A set of recommendations designed to improve the relationship between the Phoenix Police Department and the public has some good points, but many of the proposals read like a rehash of old ideas never seriously implemented, says Chris Gentis, a former Phoenix police lieutenant and Ahwatukee Foothills resident.

"All these things have been done before," Gentis said of the recommendations, which are slated for City Council consideration on Jan. 11. "It's just been forgotten about because it's not a department priority or it hasn't filtered down from the top."

The list includes such things as requiring officers to undergo a urine analysis test after any officer-involved shooting, educating officers that videotaping of their actions in public is lawful and that their behavior at any time might be videotaped by an onlooker, sponsoring an interfaith "Annual Public Safety Day" event and emphasizing the recruitment of minority officers to ensure the department reflects the communities they serve.

The Community Engagement and Outreach Task Force, created by Phoenix officials in the spring, distilled the results from public input taken at a series of community meetings across the city in September. Gentis, who now serves as a member of the Ahwatukee Foothills Village Planning Committee and the Ahwatukee Board of Management, was among the local residents who attended a community meeting on police interaction with the public at the Pecos Community Center in Ahwatukee Foothills.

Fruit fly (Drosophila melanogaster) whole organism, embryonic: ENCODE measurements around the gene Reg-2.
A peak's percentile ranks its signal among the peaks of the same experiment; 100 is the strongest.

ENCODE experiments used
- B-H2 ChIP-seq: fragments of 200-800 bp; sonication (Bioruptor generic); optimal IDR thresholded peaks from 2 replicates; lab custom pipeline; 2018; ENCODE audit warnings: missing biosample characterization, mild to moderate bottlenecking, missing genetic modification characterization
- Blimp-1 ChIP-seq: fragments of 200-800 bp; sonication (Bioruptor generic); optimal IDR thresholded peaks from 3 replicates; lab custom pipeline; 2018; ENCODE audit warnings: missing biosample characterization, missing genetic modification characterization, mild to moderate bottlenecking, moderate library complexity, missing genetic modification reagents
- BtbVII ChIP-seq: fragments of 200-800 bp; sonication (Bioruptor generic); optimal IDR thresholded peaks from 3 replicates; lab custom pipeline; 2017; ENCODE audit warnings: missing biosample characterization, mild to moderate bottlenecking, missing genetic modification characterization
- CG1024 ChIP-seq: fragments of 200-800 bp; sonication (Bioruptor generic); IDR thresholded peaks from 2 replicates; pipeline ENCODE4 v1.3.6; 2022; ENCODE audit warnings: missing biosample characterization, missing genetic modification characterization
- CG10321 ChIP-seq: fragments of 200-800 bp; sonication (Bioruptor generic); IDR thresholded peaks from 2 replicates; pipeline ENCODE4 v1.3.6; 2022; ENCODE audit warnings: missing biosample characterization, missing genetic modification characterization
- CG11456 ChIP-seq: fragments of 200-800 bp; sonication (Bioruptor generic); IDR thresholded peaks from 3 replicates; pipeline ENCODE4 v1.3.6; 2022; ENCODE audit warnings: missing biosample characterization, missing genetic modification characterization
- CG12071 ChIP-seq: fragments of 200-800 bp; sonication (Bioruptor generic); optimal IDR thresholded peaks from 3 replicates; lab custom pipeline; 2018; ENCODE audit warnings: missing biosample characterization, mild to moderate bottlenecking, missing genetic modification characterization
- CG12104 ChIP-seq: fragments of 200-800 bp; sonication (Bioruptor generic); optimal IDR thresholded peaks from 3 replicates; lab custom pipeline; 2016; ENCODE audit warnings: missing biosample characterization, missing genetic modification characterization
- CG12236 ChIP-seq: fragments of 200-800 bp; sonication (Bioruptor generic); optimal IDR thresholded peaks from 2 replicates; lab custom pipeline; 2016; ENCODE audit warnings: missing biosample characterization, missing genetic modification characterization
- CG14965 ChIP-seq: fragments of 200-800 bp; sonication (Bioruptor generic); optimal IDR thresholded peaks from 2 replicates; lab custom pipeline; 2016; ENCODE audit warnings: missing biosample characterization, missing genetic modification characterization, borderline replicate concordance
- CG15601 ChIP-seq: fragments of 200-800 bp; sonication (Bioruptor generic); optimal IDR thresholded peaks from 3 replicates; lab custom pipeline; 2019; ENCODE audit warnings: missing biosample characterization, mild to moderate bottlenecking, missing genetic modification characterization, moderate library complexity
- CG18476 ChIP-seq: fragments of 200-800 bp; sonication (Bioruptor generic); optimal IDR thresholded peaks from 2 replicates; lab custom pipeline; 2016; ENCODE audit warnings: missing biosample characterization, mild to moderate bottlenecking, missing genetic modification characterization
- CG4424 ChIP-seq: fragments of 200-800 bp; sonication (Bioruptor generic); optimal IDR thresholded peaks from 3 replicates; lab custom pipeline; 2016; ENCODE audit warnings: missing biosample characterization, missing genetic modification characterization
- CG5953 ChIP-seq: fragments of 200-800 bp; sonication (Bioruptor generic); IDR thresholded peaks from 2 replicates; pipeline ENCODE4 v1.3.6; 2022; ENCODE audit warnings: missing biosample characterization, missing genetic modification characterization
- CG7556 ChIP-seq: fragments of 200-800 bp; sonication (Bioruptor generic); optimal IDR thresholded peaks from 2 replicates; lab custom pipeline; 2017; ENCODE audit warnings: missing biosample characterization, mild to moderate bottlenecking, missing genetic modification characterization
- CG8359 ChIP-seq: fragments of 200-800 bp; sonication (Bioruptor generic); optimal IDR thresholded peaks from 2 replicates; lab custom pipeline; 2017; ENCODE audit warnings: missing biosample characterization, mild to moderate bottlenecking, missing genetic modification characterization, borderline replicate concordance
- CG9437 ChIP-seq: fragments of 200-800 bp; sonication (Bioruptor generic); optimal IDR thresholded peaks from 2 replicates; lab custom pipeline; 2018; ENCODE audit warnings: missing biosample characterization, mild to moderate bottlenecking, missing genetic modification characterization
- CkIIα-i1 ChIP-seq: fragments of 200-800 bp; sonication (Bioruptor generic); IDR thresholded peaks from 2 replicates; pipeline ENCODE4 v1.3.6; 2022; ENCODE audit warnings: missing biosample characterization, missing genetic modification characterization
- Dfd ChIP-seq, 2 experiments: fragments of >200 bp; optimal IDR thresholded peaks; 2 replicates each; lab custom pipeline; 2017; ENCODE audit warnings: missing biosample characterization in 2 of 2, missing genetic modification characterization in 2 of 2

The purpose was to develop an action plan to ensure that police treat all people with respect, dignity and professionalism. Gentis said some of the suggestions, such as mandating that officers provide a professional card with their name, badge number and supervisor's contact information whenever they interact with the public, are a step in the right direction.

"It's a good start," he said. "We should treat everyone with respect at all times and we go out and catch bad guys."

Other recommendations include:

• Encouraging community leaders, faith-based organizations and non-profits to share community concerns with police on a regular basis.

• Developing a regular "State of the Police Department" report.

• Allowing residents who file a complaint about an officer to review the officers' comments and submit additional information to the Professional Standards Bureau once the investigation has begun, as well as providing a process where complainants have the same level of representation during the complaint process as officers.

• Training officers to be more culturally competent regarding differences of race, color, national origin, sexual-orientation and disability.

• Encouraging officers to exit their vehicles daily to engage individuals and business owners.

• And conducting a pilot program to determine the effectiveness of installing dash cams in patrol cars.

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